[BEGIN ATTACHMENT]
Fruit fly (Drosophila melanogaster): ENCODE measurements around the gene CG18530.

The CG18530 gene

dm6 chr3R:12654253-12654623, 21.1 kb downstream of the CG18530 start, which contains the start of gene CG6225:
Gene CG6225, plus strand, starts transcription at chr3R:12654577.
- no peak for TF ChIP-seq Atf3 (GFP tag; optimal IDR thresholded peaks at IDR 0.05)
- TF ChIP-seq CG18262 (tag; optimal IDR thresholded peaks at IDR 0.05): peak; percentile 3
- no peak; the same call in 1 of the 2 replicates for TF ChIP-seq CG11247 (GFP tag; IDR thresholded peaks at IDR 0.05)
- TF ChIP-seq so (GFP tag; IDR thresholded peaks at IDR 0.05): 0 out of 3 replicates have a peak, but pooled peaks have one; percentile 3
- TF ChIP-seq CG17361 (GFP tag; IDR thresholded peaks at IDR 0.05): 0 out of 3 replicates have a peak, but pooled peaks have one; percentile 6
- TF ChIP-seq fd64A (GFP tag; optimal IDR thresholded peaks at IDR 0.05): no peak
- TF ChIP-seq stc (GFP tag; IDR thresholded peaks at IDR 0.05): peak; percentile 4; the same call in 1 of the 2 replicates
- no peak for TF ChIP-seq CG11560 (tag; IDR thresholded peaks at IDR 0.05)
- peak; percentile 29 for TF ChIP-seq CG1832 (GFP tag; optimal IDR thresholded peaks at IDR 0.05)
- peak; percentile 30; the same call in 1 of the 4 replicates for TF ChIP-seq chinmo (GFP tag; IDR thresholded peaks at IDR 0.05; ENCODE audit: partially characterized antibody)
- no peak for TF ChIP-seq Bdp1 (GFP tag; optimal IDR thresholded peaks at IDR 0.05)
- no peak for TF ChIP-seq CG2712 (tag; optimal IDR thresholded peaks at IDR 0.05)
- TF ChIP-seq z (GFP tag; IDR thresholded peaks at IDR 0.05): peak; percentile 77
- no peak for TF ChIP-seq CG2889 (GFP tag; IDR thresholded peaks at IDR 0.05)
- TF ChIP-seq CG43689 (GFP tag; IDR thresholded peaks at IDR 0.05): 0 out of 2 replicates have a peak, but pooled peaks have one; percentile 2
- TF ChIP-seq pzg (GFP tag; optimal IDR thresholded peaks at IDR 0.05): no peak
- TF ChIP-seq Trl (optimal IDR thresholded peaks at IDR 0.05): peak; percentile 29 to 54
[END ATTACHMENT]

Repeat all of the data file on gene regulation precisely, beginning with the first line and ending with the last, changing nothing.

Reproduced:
Fruit fly (Drosophila melanogaster): ENCODE measurements around the gene CG18530.

The CG18530 gene

dm6 chr3R:12654253-12654623, 21.1 kb downstream of the CG18530 start, which contains the start of gene CG6225:
Gene CG6225, plus strand, starts transcription at chr3R:12654577.
- no peak for TF ChIP-seq Atf3 (GFP tag; optimal IDR thresholded peaks at IDR 0.05)
- TF ChIP-seq CG18262 (tag; optimal IDR thresholded peaks at IDR 0.05): peak; percentile 3
- no peak; the same call in 1 of the 2 replicates for TF ChIP-seq CG11247 (GFP tag; IDR thresholded peaks at IDR 0.05)
- TF ChIP-seq so (GFP tag; IDR thresholded peaks at IDR 0.05): 0 out of 3 replicates have a peak, but pooled peaks have one; percentile 3
- TF ChIP-seq CG17361 (GFP tag; IDR thresholded peaks at IDR 0.05): 0 out of 3 replicates have a peak, but pooled peaks have one; percentile 6
- TF ChIP-seq fd64A (GFP tag; optimal IDR thresholded peaks at IDR 0.05): no peak
- TF ChIP-seq stc (GFP tag; IDR thresholded peaks at IDR 0.05): peak; percentile 4; the same call in 1 of the 2 replicates
- no peak for TF ChIP-seq CG11560 (tag; IDR thresholded peaks at IDR 0.05)
- peak; percentile 29 for TF ChIP-seq CG1832 (GFP tag; optimal IDR thresholded peaks at IDR 0.05)
- peak; percentile 30; the same call in 1 of the 4 replicates for TF ChIP-seq chinmo (GFP tag; IDR thresholded peaks at IDR 0.05; ENCODE audit: partially characterized antibody)
- no peak for TF ChIP-seq Bdp1 (GFP tag; optimal IDR thresholded peaks at IDR 0.05)
- no peak for TF ChIP-seq CG2712 (tag; optimal IDR thresholded peaks at IDR 0.05)
- TF ChIP-seq z (GFP tag; IDR thresholded peaks at IDR 0.05): peak; percentile 77
- no peak for TF ChIP-seq CG2889 (GFP tag; IDR thresholded peaks at IDR 0.05)
- TF ChIP-seq CG43689 (GFP tag; IDR thresholded peaks at IDR 0.05): 0 out of 2 replicates have a peak, but pooled peaks have one; percentile 2
- TF ChIP-seq pzg (GFP tag; optimal IDR thresholded peaks at IDR 0.05): no peak
- TF ChIP-seq Trl (optimal IDR thresholded peaks at IDR 0.05): peak; percentile 29 to 54